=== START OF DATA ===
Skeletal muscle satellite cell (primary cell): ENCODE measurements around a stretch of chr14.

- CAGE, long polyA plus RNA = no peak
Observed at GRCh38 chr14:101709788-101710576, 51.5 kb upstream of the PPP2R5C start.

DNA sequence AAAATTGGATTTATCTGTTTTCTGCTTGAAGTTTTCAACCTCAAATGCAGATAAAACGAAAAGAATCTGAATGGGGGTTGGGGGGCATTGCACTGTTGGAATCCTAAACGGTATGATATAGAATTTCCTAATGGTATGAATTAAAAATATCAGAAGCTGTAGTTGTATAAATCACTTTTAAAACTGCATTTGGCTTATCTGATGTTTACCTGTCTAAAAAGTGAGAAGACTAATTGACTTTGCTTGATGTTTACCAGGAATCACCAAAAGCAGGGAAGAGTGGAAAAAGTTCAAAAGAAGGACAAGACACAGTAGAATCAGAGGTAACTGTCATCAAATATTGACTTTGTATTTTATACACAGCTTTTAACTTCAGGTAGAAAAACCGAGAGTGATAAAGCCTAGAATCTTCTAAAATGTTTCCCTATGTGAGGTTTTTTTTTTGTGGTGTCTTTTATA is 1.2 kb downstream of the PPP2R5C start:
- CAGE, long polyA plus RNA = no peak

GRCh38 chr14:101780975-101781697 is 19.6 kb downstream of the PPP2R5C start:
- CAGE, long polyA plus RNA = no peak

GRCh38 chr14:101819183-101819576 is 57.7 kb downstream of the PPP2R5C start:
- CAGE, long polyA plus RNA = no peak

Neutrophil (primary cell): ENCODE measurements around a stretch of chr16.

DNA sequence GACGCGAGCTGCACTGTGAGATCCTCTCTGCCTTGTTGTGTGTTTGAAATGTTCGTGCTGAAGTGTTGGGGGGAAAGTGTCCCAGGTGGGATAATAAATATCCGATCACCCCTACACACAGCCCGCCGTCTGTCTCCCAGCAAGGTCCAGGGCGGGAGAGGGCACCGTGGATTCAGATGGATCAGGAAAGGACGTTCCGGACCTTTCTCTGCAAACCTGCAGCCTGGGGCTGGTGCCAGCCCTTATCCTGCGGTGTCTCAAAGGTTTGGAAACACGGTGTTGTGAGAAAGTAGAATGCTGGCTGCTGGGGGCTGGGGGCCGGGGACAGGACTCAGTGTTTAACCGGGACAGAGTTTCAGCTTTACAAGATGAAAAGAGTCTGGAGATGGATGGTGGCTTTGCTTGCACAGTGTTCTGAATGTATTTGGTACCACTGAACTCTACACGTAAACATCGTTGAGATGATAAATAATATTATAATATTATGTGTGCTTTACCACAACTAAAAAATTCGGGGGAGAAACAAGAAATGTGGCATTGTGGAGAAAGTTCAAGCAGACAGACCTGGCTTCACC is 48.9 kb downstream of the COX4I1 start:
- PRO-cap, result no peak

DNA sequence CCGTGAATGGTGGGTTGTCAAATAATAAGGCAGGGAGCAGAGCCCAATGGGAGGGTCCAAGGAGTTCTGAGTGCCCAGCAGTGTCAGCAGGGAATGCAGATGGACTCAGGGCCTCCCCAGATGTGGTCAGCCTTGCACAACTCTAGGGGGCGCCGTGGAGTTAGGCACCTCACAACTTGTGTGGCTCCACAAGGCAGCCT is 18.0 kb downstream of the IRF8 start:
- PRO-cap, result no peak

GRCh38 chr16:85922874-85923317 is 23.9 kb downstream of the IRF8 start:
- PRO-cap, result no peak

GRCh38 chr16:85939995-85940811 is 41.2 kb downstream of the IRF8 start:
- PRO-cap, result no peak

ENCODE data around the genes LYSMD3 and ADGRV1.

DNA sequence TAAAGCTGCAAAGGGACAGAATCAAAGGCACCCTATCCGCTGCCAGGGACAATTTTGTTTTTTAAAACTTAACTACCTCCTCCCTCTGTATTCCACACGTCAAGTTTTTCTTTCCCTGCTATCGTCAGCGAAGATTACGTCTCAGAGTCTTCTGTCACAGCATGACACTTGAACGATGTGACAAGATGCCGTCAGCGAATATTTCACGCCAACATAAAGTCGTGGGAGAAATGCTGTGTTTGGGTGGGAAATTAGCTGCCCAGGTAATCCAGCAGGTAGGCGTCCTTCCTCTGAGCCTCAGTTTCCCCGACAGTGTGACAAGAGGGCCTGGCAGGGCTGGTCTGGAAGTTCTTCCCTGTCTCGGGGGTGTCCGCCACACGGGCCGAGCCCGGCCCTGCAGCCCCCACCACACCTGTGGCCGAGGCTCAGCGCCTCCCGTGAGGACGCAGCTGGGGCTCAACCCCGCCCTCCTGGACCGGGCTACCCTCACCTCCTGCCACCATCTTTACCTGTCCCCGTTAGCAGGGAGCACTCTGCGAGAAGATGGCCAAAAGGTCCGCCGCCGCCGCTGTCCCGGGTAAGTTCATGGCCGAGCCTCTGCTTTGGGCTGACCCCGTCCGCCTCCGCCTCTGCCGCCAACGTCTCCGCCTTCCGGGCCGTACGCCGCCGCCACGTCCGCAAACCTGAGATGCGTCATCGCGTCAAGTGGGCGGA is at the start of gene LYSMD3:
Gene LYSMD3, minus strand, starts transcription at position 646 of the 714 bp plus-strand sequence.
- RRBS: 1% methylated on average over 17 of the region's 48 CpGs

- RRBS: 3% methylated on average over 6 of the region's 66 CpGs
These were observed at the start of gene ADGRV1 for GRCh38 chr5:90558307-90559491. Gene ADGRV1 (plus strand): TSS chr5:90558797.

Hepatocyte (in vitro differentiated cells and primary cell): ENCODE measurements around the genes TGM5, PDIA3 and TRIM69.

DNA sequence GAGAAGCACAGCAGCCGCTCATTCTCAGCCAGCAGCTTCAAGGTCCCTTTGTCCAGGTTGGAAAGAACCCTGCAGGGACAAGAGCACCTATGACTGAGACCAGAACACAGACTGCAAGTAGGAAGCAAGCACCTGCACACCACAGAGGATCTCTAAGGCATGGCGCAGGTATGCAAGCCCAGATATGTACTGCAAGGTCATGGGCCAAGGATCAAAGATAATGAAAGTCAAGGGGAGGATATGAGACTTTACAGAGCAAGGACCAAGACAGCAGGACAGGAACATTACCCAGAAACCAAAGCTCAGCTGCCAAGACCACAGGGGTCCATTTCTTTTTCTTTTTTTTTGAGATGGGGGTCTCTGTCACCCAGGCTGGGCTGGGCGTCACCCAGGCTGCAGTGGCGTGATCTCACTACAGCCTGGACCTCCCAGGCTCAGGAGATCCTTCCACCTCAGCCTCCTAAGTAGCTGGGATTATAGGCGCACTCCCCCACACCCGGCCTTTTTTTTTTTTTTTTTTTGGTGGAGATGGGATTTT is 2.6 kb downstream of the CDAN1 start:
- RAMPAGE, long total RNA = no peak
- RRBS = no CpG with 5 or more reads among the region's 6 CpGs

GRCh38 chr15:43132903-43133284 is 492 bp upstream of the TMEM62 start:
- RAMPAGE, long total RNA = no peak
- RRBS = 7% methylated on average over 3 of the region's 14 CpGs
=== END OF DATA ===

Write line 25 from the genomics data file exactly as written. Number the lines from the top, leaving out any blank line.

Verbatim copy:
Hepatocyte (in vitro differentiated cells and primary cell): ENCODE measurements around the genes TGM5, PDIA3 and TRIM69.